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31. Your car

The monthly payment, maintenance, insurance and parking all add up to a serious amount of money. So trade in your car for a bike — or for Uber.

Car model and Financial statement with coins, finance and loan concept, saving money
jack8 / Shutterstock
Your car can drive a lot of spending.

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30. Gasoline

Just can't part with that baby in your driveway? Well, leave it in the driveway more often and rely on friends, ride-hailing services, public transportation or maybe even your thumb to get around.

Man hitchhiker standing on a road. Adventure and tourism concept. Vintage filters
palidachan / Shutterstock
Maybe it's time to rely on your thumb to get around.

29. Car maintenance

What you may have heard about needing an oil change every 3,000 miles is kind of a scam. You might be able to go 7,500 miles or more between changes. And, you can probably put up for a while with that passenger side window that won't go down.

Profecional car  mechanic changing motor oil in automobile engine at maintenance repair service station in a car workshop.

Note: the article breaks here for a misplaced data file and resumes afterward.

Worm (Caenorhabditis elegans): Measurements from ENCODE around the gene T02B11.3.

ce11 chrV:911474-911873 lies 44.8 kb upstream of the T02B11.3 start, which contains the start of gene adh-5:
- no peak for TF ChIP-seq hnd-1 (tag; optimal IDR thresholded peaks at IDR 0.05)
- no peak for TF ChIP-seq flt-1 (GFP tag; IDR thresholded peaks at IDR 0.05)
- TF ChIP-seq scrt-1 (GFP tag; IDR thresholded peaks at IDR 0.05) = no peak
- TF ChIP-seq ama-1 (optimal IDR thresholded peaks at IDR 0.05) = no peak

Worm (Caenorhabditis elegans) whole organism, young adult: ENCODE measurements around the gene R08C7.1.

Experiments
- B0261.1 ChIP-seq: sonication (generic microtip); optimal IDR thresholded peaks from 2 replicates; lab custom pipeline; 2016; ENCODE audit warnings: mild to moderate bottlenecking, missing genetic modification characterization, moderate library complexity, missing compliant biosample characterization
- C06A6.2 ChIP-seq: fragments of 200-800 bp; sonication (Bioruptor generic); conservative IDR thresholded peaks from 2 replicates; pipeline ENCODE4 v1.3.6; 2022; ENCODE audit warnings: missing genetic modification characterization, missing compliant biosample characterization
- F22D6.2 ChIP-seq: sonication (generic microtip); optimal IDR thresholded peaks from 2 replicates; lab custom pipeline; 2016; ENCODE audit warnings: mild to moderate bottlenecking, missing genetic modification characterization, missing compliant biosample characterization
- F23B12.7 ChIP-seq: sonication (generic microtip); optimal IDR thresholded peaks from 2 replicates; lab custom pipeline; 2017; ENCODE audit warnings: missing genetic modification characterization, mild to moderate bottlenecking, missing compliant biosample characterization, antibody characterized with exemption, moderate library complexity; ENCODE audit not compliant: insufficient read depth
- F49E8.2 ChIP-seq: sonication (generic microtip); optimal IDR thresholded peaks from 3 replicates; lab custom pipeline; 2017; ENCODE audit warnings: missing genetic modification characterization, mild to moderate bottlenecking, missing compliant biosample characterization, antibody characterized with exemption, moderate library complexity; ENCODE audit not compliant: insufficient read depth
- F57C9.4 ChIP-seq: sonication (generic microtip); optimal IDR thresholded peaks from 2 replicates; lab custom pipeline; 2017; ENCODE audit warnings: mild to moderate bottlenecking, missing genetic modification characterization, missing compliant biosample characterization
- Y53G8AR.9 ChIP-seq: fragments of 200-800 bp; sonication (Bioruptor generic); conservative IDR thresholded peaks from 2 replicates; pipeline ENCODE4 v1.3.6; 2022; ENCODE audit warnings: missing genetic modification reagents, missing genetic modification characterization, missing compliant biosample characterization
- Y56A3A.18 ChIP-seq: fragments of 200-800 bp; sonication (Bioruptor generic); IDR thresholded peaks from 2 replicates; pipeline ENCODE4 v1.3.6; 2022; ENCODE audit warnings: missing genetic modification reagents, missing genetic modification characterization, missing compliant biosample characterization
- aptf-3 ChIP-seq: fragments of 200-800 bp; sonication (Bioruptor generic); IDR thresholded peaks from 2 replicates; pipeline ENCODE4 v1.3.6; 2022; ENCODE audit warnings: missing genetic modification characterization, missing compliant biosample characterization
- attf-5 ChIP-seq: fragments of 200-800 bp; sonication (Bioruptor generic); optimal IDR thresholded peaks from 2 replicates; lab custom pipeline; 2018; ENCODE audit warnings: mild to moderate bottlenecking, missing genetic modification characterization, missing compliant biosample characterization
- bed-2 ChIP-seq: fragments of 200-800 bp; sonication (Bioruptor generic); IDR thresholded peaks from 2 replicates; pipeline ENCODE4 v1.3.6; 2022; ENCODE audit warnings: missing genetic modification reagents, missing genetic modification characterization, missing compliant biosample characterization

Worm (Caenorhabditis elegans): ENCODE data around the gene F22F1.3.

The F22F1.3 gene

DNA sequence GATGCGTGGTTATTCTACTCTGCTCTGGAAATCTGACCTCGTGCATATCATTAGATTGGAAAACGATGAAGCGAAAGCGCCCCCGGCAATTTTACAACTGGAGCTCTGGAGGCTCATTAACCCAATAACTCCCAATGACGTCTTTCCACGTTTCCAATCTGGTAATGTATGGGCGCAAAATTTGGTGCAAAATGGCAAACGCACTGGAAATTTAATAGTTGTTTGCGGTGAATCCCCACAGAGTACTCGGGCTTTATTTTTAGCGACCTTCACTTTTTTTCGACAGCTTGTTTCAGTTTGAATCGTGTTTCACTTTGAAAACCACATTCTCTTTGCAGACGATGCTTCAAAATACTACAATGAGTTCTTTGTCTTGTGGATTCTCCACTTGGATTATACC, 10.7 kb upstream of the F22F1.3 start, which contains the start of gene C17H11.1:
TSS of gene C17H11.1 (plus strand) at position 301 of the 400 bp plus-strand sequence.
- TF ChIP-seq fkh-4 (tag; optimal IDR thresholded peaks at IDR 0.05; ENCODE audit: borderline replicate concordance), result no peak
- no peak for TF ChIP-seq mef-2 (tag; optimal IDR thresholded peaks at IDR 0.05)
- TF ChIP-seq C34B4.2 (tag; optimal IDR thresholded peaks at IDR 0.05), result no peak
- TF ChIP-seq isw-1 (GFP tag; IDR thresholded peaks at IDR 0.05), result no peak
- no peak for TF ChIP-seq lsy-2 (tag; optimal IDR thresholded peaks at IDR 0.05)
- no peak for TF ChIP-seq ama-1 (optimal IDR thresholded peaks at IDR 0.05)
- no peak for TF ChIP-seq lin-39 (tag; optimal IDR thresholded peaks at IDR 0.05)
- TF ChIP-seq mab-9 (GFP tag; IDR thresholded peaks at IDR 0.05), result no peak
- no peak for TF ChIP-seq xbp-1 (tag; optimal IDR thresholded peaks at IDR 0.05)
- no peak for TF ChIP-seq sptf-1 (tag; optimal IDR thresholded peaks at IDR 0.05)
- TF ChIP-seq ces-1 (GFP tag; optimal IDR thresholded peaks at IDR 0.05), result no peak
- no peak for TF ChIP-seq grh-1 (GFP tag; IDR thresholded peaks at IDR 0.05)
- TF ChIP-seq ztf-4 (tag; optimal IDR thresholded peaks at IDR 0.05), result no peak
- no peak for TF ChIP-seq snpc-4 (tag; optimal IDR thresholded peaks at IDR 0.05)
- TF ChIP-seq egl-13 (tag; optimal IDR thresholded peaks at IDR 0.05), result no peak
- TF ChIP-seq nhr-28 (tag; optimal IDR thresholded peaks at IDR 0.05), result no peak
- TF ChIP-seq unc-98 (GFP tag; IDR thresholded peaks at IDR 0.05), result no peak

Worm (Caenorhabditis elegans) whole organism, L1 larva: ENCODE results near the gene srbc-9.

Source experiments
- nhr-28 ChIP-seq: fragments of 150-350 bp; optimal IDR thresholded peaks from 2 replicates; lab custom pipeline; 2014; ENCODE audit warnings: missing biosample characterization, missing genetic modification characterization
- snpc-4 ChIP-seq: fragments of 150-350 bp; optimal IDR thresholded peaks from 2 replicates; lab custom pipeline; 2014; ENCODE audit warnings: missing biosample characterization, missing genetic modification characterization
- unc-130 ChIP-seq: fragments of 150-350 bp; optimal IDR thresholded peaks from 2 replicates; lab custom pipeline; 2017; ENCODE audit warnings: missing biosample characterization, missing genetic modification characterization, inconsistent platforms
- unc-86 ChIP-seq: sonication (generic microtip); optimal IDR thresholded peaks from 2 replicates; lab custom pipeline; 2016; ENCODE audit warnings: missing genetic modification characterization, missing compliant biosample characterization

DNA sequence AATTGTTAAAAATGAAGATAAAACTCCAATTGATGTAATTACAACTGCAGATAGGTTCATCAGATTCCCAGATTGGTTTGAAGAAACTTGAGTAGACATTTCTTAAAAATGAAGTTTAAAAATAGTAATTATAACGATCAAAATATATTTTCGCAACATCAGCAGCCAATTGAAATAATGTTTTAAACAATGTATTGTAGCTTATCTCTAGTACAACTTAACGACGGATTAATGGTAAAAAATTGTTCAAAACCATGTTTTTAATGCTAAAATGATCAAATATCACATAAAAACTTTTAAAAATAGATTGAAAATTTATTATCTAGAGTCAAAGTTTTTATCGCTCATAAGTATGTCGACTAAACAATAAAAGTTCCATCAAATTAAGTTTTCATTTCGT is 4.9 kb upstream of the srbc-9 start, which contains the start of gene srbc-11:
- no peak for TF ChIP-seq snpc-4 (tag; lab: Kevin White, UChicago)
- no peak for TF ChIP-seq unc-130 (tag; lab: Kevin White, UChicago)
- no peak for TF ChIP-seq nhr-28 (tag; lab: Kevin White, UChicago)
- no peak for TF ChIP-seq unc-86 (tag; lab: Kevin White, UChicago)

Nejron Photo / Shutterstock

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28. Tipping

Who says 20% is the new norm? Just go back to 15% — or con yourself into thinking you live in one of the many countries where tipping doesn't happen. (But you may not want to visit the same restaurant more than once!)

Black leather tray blank space payment bill on wooden table
Mumemories / Shutterstock
Just pretend you live in a country where people don't tip.

27. Your cellphone

You're on a budget — so why do you need a fancy smartphone? Just get a cheap, prepaid or pay-as-you-go phone.

Mobile phone
anaken2012 / Shutterstock
Hello? Why not get something cheap instead of another expensive smartphone?

26. That place of your own

Yeah, it's nice having your own bathroom and not having to deal with someone else's weird food items in your fridge. But if you really want to save, it's time to look for a roommate and cut your rent in half.

Man sitting on sofa and giving fist bump to friend at home. Multiracial people friendship.
szefei / Shutterstock
You may not love your roommate, but he'll be a big help with expenses.

25. Dating